According to Cancer Research UK, breast cancer is the most common cancer, accounting for about 15% of all new cases with around 900 women diagnosed each week. However, it is believed that a large proportion of women never examine their breasts.
Breast self-examination (BSE) and getting to know how your breasts look and feel can be vital to help detect breast cancer early, when it's more likely to be treated successfully. Not every incidence of cancer can be found by self-examination and it should in no way replace regular screening and mammographs, but it is a very important method of helping keep an eye on what’s happening to your body.
Most cancer organisations and charities recommend BSE once a month.
What to look for and how to self-examine
Self-examination is not always easy; you may feel lots of lumps and bumps and not know if they are sinister or not. However, the more regularly you examine your own breasts, the more you will get to know how they usually look and feel, and the easier it will be to notice if something is out of the ordinary.
Pick one day a month and put it in your diary, ideally several days after your last period when your breasts are less likely to be tender or swollen. If you are post-menopause, choose a day that you can remember eg. the first of the month. Bear in mind that most women’s left and right breasts do not match so get used to the differences in your breasts and look out for changes, particularly on one side.
Look for any swelling, puckering, dimpling of the skin, changes in the contour or in the nipples and feel for any lumps, thickening or hardened knots.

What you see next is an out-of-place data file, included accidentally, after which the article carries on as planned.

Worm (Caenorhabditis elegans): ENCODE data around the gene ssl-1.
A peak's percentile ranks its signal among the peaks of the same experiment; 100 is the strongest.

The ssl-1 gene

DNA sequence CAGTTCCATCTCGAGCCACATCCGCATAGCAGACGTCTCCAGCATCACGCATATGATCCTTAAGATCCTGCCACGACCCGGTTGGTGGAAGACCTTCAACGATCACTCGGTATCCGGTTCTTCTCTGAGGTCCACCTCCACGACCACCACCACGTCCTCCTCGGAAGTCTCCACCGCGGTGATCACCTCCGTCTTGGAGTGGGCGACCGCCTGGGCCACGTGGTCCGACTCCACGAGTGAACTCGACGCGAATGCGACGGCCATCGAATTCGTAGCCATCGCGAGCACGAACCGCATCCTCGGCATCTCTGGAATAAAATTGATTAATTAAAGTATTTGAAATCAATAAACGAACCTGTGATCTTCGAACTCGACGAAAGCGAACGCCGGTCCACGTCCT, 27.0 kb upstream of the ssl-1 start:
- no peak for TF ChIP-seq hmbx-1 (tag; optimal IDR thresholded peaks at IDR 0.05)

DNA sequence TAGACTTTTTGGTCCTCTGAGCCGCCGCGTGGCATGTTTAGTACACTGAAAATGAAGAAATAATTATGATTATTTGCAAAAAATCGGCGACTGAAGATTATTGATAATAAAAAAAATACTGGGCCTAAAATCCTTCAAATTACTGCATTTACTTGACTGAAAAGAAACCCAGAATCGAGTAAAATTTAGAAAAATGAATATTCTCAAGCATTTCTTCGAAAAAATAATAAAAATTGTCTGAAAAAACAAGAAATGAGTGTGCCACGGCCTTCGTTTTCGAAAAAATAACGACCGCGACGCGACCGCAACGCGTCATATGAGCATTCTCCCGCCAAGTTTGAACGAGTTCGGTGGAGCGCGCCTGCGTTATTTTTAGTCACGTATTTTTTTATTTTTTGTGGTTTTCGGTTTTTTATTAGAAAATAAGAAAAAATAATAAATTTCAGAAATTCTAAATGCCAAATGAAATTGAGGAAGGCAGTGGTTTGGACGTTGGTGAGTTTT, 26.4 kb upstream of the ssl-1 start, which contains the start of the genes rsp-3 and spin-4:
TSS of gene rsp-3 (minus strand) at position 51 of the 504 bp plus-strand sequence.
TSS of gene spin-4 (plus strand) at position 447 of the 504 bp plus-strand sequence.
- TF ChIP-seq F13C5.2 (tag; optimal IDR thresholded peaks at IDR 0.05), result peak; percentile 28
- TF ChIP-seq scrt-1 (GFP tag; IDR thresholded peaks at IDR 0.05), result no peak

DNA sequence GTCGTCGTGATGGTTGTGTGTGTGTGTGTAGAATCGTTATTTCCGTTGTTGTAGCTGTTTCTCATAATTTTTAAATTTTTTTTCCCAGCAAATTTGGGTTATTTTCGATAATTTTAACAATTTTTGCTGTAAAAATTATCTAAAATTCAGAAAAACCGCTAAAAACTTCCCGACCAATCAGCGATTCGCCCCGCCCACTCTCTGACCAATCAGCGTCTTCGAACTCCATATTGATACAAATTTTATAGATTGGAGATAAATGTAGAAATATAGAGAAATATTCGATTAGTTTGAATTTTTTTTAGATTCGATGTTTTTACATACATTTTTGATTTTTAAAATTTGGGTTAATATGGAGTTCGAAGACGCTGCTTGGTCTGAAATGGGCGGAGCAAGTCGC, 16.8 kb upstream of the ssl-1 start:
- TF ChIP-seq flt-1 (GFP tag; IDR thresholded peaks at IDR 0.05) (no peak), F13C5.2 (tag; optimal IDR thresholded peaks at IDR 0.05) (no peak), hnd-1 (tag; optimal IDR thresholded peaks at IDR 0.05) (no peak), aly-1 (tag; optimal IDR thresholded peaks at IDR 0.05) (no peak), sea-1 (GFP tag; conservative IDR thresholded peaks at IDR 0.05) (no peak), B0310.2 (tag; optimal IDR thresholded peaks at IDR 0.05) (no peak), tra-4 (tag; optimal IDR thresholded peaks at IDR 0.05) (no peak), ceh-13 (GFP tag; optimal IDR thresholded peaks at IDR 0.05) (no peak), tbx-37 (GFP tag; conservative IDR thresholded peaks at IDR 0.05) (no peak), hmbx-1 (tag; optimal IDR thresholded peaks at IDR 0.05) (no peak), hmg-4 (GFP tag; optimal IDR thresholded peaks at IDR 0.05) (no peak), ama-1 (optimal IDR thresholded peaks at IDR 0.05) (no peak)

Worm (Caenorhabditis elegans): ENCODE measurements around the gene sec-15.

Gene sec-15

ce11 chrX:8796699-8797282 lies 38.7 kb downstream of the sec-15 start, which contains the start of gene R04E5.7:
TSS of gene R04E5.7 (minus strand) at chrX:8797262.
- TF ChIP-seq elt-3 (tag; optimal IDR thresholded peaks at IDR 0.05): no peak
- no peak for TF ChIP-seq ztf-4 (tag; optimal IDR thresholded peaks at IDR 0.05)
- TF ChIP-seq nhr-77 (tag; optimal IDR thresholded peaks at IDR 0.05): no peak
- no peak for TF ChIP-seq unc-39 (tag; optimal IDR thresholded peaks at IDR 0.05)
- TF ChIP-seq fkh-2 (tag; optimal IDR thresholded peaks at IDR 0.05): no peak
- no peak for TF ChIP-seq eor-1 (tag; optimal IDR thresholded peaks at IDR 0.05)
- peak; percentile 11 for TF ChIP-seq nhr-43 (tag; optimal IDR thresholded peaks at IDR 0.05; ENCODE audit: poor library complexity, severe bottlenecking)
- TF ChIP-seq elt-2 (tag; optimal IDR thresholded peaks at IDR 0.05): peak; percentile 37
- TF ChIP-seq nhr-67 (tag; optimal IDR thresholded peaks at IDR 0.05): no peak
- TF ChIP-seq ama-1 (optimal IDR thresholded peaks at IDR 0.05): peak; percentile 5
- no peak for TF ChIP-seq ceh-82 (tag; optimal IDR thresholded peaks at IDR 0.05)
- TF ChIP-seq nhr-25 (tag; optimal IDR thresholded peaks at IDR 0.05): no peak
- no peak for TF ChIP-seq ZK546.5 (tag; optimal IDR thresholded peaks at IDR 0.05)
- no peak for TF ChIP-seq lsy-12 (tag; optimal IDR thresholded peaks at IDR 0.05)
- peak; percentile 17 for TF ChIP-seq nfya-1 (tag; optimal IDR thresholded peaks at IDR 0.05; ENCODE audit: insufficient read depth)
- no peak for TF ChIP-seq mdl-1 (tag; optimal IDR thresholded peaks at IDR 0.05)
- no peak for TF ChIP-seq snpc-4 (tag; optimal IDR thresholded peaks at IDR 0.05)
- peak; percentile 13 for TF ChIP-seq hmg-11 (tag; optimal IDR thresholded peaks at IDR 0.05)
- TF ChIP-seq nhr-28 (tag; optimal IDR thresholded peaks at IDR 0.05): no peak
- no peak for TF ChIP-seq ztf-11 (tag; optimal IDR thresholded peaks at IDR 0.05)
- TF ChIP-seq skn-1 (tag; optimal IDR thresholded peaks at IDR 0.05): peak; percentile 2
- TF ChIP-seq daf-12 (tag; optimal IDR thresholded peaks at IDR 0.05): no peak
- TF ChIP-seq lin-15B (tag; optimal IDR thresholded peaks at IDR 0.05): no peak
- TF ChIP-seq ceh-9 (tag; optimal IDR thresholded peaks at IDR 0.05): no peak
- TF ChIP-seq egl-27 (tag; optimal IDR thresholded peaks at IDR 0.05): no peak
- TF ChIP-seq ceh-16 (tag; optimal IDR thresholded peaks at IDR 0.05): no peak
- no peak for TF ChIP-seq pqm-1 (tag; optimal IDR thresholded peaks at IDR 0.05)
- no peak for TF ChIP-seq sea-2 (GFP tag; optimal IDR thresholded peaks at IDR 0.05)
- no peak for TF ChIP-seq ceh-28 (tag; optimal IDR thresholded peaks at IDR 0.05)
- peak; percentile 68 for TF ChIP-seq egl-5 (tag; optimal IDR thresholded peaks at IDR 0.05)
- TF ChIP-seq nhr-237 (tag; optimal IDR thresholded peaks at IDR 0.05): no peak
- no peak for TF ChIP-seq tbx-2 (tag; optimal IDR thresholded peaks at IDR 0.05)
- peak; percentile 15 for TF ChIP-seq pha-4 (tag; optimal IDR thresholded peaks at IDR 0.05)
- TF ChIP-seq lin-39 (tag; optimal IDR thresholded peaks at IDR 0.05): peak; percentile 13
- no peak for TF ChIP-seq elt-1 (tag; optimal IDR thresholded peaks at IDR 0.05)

Stand in front of a mirror, place your hands at your sides and look for any changes.
Put your hands on your hips, push your elbows and shoulders forward and look for any changes.
Grip your hands together above your head and look for any changes.
EXAMINATION BY TOUCH
In the shower or bath, soap your breasts and, using the pads of your fingers, feel over each breast in a circular motion from your collarbone to your armpit and round under each breast. Make sure you cover all your breast tissue.
With each arm by your side, press your fingers firmly up into each armpit.
Alternatively, lying down place a pillow under your right shoulder and your right arm behind your head. Use the fingertips of your left hand to feel around your right breast in small circular motions making sure you cover the entire breast area and armpit. Use light, medium, and firm pressure. Squeeze the nipple and check for discharge and lumps. Repeat for your left breast.
Try not to get too concerned if you notice any changes; most lumps or breast pain is caused by normal breast changes or benign conditions. However, it is vital that you contact your GP or visit a breast clinic if you are at all concerned or notice any changes that you feel are out of the ordinary. Things to look out for include:
Change in skin texture (puckering or dimpling like orange peel).
Change in size or shape.
Any swelling around your collarbone or armpit.
A rash or any redness.
An inverted nipple.
Your nipple has changed shape, position or looks different in some way.
Discharge from your nipple.
An area or lump that feels thicker than the rest of the breast.
Continuous pain in your breast or armpit.